So tell me – what have YOU donated to the open source community? I’d ask you to send me the source code to your latest projects, but I don’t need a Yu-gi-oh card tracker.

  8. P Buchanan
    entered 17 December 2007 @ 2:03 pm

    Looks like moderation is turned on – no wonder I hardly see any other comments.

  9. entered 17 December 2007 @ 2:42 pm

    Please read more carefully: I’m not complaining that they haven’t released the source to Flash, at all. It’s their right to set the licensing terms on their software, and I’ve said in many speaking engagements and elsewhere that I think the author’s right to choose open-source vs. not is an important one. That’s why I supported the file-based reach of the MPL when it was being designed in 1998, and why I work to help people building proprietary applications on the web all the time.

    I’m complaining that they repeatedly paper over or try to distract from the fact that the core of their technology offering — the Flash Player — is completely proprietary. Beyond even the source code, the specification is controlled in a very restrictive way, as is obvious from anyone reading the license. Similarly, AIR has a ton of open source technology in it, but, well, you can read the license. I’m asking for them to be forthright about the closed nature of the platform, and nothing else. If Flash is too big of an investment to open, then they should say so proudly, not try to hide behind the Tamarin release and cloud the issue with reference to the Flex tools and so on.

    The only significant open source project I’ve been involved in founding and working on for a decade was Mozilla, so you will need to go elsewhere for your Yu-gi-oh card tracking needs, unless you want to build a XUL application to do so, or maybe a web application.

    (Moderation is on for first-time posters, but you see all the comments and trackbacks that have been submitted, except for the two from splogs that just republish articles blindly for adsense revenue. I suppress those as a matter of course.)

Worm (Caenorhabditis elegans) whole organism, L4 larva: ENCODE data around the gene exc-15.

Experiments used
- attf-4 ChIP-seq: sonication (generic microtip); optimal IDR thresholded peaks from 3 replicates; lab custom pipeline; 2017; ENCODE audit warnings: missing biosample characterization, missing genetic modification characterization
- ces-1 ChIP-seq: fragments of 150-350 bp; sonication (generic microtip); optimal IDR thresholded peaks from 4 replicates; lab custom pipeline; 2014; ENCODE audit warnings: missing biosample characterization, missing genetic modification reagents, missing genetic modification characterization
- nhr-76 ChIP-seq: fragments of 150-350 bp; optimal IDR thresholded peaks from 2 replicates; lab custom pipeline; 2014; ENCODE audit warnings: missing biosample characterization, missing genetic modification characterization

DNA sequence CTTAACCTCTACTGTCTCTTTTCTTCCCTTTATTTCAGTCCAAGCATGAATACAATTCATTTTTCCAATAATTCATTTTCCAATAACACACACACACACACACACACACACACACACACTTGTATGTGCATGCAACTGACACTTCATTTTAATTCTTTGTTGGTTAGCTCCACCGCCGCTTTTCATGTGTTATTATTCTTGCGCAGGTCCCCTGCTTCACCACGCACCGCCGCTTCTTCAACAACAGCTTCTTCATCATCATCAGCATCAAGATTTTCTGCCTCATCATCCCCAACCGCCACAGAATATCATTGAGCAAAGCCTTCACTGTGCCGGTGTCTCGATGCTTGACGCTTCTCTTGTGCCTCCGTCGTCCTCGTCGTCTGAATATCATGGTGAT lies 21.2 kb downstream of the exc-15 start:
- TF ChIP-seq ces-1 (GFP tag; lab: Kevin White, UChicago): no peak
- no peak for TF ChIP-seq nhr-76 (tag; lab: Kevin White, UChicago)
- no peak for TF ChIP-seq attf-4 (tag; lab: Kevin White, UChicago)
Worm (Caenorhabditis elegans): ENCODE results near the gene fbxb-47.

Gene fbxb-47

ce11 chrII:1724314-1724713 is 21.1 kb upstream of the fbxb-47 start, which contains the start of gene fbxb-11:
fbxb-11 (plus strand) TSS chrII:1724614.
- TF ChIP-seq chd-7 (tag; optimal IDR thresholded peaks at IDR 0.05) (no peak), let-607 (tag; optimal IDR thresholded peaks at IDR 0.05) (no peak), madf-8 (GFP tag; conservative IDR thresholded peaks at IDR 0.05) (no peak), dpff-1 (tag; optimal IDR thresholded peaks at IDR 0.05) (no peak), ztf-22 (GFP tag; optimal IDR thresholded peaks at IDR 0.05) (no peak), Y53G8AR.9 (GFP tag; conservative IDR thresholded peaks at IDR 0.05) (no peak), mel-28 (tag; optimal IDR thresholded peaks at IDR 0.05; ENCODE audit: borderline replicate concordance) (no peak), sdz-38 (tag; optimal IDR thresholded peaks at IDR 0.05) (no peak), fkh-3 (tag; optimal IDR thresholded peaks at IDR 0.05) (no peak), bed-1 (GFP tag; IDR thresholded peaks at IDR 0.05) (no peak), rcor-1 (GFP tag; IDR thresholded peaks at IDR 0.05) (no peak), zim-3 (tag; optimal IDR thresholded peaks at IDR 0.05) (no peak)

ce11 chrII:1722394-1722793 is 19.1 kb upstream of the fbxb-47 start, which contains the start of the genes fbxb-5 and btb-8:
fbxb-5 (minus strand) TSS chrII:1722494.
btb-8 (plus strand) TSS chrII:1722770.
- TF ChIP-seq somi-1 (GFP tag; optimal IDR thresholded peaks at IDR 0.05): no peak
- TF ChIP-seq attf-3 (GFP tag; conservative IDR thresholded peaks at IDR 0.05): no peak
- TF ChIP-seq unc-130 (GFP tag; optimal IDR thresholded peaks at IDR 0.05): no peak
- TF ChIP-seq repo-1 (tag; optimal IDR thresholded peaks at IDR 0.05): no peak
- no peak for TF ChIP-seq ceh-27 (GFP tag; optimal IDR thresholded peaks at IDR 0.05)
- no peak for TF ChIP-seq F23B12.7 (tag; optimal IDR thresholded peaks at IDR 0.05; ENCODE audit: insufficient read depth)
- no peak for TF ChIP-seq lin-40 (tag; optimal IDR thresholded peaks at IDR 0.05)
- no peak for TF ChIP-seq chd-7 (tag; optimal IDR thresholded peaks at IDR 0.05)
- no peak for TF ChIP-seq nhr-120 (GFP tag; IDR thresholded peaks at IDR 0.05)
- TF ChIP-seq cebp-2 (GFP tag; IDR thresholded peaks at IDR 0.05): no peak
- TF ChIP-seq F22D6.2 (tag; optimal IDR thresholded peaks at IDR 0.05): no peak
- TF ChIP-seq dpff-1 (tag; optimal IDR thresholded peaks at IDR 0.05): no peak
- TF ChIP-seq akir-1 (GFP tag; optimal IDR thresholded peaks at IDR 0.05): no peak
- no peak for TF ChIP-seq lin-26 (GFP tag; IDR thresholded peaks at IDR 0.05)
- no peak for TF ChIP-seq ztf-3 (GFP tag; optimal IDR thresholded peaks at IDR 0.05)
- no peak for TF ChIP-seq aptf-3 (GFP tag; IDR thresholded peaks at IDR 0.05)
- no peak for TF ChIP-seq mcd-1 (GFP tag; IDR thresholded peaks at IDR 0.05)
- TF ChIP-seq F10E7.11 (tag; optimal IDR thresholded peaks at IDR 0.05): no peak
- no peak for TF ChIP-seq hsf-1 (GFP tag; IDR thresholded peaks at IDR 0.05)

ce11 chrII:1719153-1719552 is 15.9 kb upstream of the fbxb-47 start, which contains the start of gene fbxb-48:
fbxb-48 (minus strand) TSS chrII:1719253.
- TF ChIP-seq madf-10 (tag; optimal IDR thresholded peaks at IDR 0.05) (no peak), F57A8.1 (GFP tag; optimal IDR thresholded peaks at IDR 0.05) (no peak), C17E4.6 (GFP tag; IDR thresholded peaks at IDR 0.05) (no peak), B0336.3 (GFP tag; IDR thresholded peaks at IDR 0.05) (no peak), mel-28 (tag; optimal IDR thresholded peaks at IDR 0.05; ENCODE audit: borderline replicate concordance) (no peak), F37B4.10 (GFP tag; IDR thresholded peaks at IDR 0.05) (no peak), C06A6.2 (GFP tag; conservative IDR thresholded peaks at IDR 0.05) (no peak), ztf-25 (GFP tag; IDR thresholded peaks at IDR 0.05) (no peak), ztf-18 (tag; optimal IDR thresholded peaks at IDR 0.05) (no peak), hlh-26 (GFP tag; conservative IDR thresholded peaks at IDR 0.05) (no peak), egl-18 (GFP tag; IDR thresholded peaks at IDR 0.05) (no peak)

Mike P: I recognize and applaud what Adobe’s done with open source, as I’ve said elsewhere to press, conference-goers, and developers. It’s clear that you know how to make something open if you want to, and equally clear that Adobe understands that being proprietary is a strike against Flash, which is why James was answering the “100% Proprietary” misconception, albeit in large part by referring to non-Flash open source efforts by Adobe. Skylarov was indeed some time ago, but there have been references in the last year to suing people who are deigning to reverse-engineer Flash formats, from people who I would have hoped would know better, so I’m afraid I don’t share your optimism that such attitudes are entirely behind us.

    Abdul: with the Flash source people would be able to port to other platforms, excerpt subsets for different application domains (like game development, for example, which is where the gameswf work was targeted), build better tools, understand strange behaviour exhibited by their own Flash apps, debug interactions with other pieces of software (like Firefox), improve the Flash platform itself, and more.

  10. entered 20 December 2007 @ 3:30 pm

    [...] “This is quite the brazen comment. ‘The community’ here are people who reverse-engineered the behaviour of Flash so that they could write tools to make the Flash Player’s platform more valuable, while Adobe’s license terms tried to stop them! They have put themselves in legal jeopardy in some jurisdictions (and Adobe has in the past had people arrested for producing tools that manipulate their license-protected technology) and James has the nerve to call them ‘the community’…” [...]

  11. entered 5 January 2008 @ 2:18 am

    [...] being open about being closed Another go at the open source the Flash player conversation. I couldn’t help but chuckle at the “James Ward is a bullshitter!” comment. That kind of schlock is comedy-gold ;) More intelligent comments follow as well. (tags: opensource flash adobe flex via:ryanstewart) [...]

  12. entered 17 February 2008 @ 4:46 pm

    Why use Flash when you can get the same from Power Point ;)

    .t